New law lets Penn­syl­va­ni­ans hide some old crim­i­nal records

Daily Local News (West Chester, PA) - - NEWS - By Mark Scolforo

HARRISBURG >> Penn­syl­va­nia res­i­dents with mi­nor crim­i­nal con­vic­tions that are at least a decade old have be­gun ap­ply­ing to seal those cases from pub­lic view un­der a new state law.

In­ter­est has var­ied widely, with more than 1,000 peo­ple at­tend­ing a set of free le­gal clin­ics on the law last week­end in Philadel­phia but only one ap­pli­cant fil­ing the pa­per­work in heav­ily pop­u­lous York County, for a crim­i­nal mis­chief con­vic­tion. Dauphin County, which in­cludes Harrisburg, has yet to field its first such re­quest, a court of­fi­cial said Fri­day.

The law, which took ef­fect Nov. 14, nine months af­ter it was en­acted, per­tains to less se­ri­ous mis­de­meanors such as tres­pass­ing or van­dal­ism. There is a $132 fee, any pun­ish­ment must have been com­pleted and the de­fen­dant must have re­mained ar­rest-free for a decade .

The record would re­main ac­ces­si­ble to law en­force­ment but not to the wider pub­lic and would not ap­pear in the state courts’ on­line records. If the of­fense was ac­com­pa­nied by more se­ri­ous charges, they would still be pub­lic. District at­tor­neys can ob­ject to any re­quest, and the fi­nal de­ci­sions rest with judges.

By one es­ti­mate, about a third of the state’s workingage adults have some type of crim­i­nal record, a past that can make it dif­fi­cult or im­pos­si­ble to ob­tain cer­tain types of work and limit their hous­ing choices and ed­u­ca­tional op­por­tu­ni­ties.

“It’s not sad, be­cause you don’t pity these peo­ple, you to­tally em­pathize with them,” said lawyer Meghan Clai­borne, a mem­ber of the Philadel­phia Bar As­so­ci­a­tion’s young lawyers divi­sion who helped or­ga­nize last week­end’s event, which over­whelmed the roughly 180 lawyers who vol­un­teered.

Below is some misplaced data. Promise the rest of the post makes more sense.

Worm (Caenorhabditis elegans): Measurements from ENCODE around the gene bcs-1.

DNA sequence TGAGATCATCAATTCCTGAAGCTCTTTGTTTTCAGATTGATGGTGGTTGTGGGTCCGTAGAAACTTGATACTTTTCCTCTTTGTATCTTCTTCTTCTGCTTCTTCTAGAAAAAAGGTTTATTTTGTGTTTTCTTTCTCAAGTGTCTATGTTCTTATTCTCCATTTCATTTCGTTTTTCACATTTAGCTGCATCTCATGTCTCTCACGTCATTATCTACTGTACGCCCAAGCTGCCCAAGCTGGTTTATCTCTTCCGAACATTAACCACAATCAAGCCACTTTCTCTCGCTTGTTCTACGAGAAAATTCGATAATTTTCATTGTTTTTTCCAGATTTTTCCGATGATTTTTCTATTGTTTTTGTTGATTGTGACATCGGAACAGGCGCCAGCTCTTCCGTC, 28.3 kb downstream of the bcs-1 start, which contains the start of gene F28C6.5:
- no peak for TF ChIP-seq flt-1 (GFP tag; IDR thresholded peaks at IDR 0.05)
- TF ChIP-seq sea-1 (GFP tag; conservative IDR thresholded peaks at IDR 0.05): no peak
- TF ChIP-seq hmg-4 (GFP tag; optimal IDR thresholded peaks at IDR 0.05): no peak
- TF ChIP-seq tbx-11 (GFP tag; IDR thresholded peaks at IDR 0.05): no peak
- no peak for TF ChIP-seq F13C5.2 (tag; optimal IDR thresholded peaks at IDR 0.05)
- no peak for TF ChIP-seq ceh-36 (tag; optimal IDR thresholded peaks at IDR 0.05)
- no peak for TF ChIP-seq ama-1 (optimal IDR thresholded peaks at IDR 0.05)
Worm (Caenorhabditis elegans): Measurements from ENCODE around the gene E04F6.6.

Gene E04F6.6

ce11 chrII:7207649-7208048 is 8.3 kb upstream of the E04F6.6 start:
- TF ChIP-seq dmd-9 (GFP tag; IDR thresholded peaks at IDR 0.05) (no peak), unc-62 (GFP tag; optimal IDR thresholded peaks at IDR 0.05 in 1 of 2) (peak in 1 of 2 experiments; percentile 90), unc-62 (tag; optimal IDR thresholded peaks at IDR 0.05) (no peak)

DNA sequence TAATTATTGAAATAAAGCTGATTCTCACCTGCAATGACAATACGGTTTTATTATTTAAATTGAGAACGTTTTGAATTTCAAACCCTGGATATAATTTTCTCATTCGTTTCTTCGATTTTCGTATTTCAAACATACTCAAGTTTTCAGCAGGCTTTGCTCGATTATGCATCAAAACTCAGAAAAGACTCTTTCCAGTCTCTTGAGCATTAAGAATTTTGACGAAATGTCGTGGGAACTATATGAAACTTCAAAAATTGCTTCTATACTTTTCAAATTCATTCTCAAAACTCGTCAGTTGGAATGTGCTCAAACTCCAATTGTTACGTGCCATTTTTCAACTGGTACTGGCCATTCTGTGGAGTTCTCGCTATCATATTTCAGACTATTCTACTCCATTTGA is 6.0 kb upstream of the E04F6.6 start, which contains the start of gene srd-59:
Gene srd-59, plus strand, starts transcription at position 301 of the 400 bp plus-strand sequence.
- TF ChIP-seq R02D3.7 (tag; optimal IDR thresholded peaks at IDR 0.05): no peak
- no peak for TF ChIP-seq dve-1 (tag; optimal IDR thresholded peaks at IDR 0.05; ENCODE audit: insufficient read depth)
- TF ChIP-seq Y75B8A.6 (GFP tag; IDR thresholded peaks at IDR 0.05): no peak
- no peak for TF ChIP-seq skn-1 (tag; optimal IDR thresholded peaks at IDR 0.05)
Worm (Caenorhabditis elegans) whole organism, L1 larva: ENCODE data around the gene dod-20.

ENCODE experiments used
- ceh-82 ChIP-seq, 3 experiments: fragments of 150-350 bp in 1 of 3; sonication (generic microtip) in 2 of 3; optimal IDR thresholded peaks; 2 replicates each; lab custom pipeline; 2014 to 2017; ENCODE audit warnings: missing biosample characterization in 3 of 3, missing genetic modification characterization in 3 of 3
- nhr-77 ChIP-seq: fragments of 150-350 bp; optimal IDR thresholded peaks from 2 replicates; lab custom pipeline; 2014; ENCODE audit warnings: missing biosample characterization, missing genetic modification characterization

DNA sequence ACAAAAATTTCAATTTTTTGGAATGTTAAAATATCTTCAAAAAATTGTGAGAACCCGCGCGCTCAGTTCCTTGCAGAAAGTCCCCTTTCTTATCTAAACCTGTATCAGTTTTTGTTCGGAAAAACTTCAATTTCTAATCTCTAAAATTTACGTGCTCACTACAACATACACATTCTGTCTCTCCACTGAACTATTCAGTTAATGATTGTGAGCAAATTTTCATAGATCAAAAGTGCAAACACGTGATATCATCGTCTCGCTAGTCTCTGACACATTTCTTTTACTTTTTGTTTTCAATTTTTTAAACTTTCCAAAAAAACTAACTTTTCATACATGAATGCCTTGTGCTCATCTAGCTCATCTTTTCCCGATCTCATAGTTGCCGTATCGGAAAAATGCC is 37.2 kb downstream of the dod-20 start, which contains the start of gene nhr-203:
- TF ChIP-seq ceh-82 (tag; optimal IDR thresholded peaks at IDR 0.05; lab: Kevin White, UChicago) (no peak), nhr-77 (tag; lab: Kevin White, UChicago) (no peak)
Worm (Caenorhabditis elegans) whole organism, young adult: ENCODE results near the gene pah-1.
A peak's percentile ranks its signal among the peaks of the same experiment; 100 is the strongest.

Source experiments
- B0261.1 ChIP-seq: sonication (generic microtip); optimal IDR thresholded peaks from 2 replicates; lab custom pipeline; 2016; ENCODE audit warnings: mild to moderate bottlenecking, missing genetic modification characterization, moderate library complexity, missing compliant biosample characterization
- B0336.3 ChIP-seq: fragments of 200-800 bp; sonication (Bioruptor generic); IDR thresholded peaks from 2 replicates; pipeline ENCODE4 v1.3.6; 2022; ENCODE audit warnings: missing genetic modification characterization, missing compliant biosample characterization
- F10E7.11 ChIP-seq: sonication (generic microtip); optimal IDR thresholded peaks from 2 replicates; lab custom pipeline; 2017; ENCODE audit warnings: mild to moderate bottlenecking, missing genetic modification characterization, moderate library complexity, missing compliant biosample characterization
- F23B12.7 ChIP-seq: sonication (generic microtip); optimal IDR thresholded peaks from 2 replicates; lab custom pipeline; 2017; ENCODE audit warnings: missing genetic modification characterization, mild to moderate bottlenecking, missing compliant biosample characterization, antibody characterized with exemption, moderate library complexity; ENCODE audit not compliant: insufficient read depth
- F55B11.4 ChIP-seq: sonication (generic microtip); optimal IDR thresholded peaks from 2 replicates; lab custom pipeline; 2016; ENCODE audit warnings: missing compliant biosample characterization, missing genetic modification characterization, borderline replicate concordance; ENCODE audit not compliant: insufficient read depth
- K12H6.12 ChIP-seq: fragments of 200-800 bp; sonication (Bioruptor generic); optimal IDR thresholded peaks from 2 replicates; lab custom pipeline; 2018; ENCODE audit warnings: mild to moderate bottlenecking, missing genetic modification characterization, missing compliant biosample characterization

Clai­borne de­scribed de­mand as “huge” and said there were many peo­ple seek­ing help who had of­fenses that aren’t cov­ered by the new law.

“We ran out of sheets for peo­ple to re­search par­dons very quickly,” Clai­borne said. “For a lot of peo­ple, that is the only op­tion.”

A sim­i­lar event held in Pitts­burgh drew about 400 peo­ple, many more than had been ex­pected.

“We hear so of­ten that em­ploy­ers and busi­nesses can’t find the em­ploy­ees that they need,” said Cyn­thia Shields, strate­gic part­ner­ship di­rec­tor for the Three Rivers Work­force In­vest­ment Board, which helped or­ga­nize it. “This is a huge un­tapped group of tal­ent.”

The process is dif­fer­ent than an ex­punge­ment, which per­ma­nently re­moves crim­i­nal records. Ex­punge­ment is avail­able, for ex­am­ple, for sum­mary cases af­ter five years have passed or for peo­ple 70 and over who have been ar­rest-free for 10 years.

Par­dons re­quire a much more com­pli­cated process that in­cludes an ap­pli­ca­tion to the state Board of Par­dons, and they do not by them­selves re­move a record of the of­fense.

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